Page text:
Wednesday, 27 September 2017

Banoffee chocolate pasta

Banoffee chocolate pasta

If you're anything like me and Dr D, your larder, kitchen cupboards and fridge will be full of ingredients that you bought eons ago and have never gotten around to using. Currently we have, amongst other things: sour cherries; grape jam; black and green olive savoury marmalade (your guess is as good as mine); spiced balsamic onion chutney; and chocolate coconut hazelnut butter. All unopened. Until not long ago, chocolate pasta could have been added to this list.

Banoffee chocolate pasta

Yes, that's right, I said chocolate pasta.

Banoffee chocolate pasta

I bought said pasta just over two years ago during honeymoon part I to Italy, and as soon as I saw it, I knew I had to have it (a bit like many other women are with Manolo Blahniks, one imagines). Trouble is, I didn't have a clue what I had to have it for, simply that it must be mine (again, the Blahniks spring to mind...) Months passed by, then years and my poor packet of chocolate pasta remained on the shelf, untouched and probably feeling somewhat unloved (because we all know pasta has feelings).

Banoffee chocolate pasta

Finally, I decided enough was enough... or rather, the impending best before date decided for me. So out came my packet of beautifully brown corkscrew-shaped fusilli.

After a fair bit of research, I realised there weren't many suggestions out there for what to do with chocolate pasta - possibly why I'd ignored my own packet of it for so long! That was until Nigella came to the rescue. Naturally.

Banoffee chocolate pasta

On her website, the eternally beautiful cook (have I mentioned before that she's everything I wish to be and more?!) throws some penne chocolate pasta together with a caramel and pecan sauce. I could see that this would work but I didn't want the texture of crunchy pecans with soft pasta and preferred the idea of an unctuous banoffee chocolate caramel sauce coating my chocolate pasta twirls. I also added the zest and juice of a lime as I felt this complemented the banoffee chocolate well, but you can leave it out if you prefer. Nigella serves hers warm with cream on the side, but I made mine as a chilled dish, with whipped double cream on top. Opt for whichever of these two you like - warm or cold. Either way it's as comforting as you can get on a cold autumnal day!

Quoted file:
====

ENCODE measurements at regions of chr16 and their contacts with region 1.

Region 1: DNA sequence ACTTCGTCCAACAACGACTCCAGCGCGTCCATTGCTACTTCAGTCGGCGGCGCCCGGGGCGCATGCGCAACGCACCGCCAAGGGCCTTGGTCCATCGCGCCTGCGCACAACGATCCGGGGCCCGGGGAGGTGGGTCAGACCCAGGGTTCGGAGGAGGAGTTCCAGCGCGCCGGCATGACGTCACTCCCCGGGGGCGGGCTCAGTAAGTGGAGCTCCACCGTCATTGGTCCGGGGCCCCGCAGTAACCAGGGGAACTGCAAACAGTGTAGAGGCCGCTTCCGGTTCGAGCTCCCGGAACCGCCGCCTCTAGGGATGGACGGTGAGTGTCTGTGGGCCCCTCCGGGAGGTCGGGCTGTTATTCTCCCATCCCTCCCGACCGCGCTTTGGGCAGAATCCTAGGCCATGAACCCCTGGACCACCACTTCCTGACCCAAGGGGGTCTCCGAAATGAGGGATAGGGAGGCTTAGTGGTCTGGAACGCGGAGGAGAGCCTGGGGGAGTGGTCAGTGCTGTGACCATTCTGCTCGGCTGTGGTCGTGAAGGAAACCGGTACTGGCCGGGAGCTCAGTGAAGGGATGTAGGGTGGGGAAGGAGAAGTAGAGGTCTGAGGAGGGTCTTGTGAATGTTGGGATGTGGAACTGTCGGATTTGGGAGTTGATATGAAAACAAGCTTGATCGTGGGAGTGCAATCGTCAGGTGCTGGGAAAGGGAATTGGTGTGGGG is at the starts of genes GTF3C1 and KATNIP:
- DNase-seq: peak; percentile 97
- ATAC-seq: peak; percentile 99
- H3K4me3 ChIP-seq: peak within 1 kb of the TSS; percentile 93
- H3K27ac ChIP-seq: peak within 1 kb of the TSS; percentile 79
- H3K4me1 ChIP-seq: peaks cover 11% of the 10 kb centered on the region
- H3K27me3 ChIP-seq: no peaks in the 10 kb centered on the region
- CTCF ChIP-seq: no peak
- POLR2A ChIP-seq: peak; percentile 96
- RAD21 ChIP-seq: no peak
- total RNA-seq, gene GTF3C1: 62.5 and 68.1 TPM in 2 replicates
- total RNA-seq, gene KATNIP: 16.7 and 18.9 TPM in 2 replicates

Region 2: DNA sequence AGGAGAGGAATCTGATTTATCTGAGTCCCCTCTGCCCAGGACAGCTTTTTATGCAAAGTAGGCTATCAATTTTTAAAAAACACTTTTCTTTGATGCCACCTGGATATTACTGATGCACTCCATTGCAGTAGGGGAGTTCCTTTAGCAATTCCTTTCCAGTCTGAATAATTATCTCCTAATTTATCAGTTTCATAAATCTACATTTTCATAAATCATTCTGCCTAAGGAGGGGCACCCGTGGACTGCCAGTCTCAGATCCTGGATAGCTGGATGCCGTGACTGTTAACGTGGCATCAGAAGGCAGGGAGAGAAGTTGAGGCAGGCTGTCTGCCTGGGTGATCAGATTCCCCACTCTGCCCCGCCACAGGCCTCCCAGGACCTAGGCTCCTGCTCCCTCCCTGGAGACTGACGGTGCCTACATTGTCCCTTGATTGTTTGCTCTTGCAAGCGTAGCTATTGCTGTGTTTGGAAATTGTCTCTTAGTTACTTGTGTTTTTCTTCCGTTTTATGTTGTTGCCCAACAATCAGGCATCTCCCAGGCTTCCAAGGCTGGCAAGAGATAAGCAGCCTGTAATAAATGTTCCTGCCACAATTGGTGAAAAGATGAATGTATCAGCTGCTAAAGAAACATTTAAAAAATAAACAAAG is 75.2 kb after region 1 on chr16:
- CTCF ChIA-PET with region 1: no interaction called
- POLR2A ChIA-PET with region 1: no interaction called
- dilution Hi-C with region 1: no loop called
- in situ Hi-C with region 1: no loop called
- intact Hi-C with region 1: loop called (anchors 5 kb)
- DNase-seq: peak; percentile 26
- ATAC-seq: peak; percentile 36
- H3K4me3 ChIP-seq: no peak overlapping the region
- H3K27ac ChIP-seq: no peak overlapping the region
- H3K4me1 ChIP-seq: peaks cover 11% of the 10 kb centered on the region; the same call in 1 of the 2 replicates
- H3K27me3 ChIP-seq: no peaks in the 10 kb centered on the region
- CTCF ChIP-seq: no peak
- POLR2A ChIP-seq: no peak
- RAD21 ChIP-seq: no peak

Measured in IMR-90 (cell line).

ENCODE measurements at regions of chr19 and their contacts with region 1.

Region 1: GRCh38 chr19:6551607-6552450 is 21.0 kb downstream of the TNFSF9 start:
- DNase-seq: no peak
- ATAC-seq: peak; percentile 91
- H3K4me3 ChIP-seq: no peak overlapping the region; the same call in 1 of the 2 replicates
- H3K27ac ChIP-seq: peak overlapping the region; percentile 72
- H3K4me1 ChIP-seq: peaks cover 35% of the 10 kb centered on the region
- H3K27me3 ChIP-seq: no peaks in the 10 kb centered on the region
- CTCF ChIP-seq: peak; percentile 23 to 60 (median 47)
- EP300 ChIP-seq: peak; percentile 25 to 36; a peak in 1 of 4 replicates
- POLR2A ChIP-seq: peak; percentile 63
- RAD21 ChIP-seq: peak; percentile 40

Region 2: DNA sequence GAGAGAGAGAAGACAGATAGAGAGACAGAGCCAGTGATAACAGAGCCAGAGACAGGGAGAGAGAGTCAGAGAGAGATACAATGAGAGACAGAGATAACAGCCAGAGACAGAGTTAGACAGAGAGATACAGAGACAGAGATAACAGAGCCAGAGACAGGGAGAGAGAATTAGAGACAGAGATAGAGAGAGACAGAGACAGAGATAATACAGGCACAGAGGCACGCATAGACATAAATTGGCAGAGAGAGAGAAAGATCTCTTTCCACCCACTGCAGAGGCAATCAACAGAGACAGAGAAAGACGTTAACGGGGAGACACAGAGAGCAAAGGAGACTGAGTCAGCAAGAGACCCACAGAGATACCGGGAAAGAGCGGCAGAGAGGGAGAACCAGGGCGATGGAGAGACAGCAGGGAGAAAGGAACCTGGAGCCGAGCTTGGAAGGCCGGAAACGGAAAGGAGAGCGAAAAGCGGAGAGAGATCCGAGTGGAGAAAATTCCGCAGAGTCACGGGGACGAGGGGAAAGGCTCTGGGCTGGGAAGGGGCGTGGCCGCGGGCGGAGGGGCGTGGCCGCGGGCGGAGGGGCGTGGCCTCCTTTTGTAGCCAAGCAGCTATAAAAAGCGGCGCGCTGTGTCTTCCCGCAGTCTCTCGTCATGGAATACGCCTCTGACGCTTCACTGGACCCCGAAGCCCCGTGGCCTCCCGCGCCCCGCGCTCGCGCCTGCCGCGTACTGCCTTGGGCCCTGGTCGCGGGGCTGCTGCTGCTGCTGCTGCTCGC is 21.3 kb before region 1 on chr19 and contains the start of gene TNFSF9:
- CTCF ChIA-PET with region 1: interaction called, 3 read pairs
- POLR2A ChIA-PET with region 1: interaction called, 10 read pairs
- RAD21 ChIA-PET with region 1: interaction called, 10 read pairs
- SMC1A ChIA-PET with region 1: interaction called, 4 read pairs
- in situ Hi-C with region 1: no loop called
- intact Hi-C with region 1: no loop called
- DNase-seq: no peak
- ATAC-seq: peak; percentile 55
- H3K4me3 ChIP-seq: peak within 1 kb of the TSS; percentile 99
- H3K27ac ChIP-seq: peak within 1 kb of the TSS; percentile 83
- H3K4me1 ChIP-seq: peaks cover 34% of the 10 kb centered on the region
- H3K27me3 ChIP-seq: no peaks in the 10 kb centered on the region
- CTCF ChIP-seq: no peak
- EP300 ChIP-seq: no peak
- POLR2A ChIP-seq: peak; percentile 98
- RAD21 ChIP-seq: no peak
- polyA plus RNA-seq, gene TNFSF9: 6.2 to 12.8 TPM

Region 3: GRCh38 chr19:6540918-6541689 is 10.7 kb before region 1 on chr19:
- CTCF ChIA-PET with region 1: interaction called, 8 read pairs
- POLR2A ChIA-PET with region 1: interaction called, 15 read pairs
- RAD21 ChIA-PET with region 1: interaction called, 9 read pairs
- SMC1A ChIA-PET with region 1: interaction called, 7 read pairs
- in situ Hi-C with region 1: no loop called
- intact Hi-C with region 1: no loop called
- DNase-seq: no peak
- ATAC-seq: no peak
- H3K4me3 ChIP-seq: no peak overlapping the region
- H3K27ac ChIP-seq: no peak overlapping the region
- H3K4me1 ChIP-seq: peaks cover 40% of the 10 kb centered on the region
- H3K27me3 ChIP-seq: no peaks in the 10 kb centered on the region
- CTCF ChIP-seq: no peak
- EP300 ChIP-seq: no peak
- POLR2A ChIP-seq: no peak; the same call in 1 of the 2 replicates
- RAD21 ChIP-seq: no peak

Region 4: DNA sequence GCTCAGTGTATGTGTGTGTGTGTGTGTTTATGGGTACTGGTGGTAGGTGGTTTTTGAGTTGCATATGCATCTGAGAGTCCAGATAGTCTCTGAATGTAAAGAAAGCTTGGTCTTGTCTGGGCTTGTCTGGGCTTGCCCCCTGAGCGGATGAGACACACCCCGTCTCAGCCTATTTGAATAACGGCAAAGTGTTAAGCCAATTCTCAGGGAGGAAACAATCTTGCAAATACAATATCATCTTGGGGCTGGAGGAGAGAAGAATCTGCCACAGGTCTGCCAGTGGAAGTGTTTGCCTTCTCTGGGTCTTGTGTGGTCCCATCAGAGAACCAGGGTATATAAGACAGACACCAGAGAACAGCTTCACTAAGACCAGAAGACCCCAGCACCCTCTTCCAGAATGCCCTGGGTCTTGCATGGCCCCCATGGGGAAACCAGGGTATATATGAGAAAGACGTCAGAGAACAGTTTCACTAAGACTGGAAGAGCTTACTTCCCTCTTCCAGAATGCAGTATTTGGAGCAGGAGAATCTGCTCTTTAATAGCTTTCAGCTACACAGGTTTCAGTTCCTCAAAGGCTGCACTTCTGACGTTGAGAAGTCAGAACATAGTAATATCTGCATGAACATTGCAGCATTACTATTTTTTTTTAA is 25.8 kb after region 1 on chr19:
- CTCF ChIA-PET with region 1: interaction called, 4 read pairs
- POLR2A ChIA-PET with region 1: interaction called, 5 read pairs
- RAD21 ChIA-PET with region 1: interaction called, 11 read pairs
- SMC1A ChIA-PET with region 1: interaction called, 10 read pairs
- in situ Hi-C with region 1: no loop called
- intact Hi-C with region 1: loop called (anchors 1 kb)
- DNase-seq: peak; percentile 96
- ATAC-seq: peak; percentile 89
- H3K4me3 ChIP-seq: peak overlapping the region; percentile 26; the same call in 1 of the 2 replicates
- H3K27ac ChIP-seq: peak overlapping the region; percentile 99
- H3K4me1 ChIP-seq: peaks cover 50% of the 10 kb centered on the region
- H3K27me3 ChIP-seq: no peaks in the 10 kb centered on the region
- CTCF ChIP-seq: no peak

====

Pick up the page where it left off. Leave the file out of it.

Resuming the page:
Banoffee chocolate pasta

P.S. Chocolate pasta isn't easy to come by, so if ever you needed an excuse to go to Italy, I think you now have one. You're welcome.

Adapted from Nigella's Chocolate pasta with caramel and pecans
Serves 8-10
  • 100g unsalted butter, softened
  • 100g soft dark brown sugar
  • 200ml + 400ml double cream
  • Pinch of Maldon salt
  • 100g dark chocolate (70% cocoa), broken up into smallish pieces
  • 2 ripe bananas, sliced
  • Zest and juice of 1 lime (optional)
  • 250g chocolate pasta
  • Pinch of table salt
  • Cocoa powder for dusting
Place the butter and sugar together in a large non-stick frying pan and heat gently, stirring with a wooden spoon every now and then. As the two start to break down, turn the heat up to medium. The butter will start to foam and the foam will turn from white to brown. Continue to stir, bringing the mixture to a simmer.

After a couple of minutes of simmering, the butter and sugar mix should have thickened and turned into a treacle-like syrup. At this point, pour in the 200ml of the cream, setting aside the other 400ml for later.  Be careful as it may bubble up or spit. Add a pinch of Maldon salt and continue to stir, bringing the caramel mixture back to a simmer and allowing it to bubble away gently for a couple of minutes, before turning off the heat.

Now tip the dark chocolate into the caramel and stir, allowing the chocolate to melt in the heat.

Once the chocolate has fully melted, add the banana slices, lime zest and juice and gently stir once more so that the chopped banana is fully enrobed in a glossy coat of shiny, chocolaty caramel and the lime juice is thoroughly mixed into the chocolate caramel.

Put water on to boil for the pasta. When it’s boiling, add a pinch of table salt and cook the pasta. Mine didn't have instructions on the packet for how long to cook it, so I went with 2-3 minutes, which left it firmly al dente. You could cook for a minute longer if you prefer softer pasta, but it will soften more with time anyway so beware of it turning to mush.

Once cooked, immediately drain the pasta, then tip it into the frying pan of banoffee chocolate sauce and give everything a good stir before transferring it into your serving dish and allowing it to cool fully. 

Whip the 400ml double cream to soft peaks, before spreading over the top of the cooled pasta. To finish, cover the cream with a light dusting of cocoa powder.

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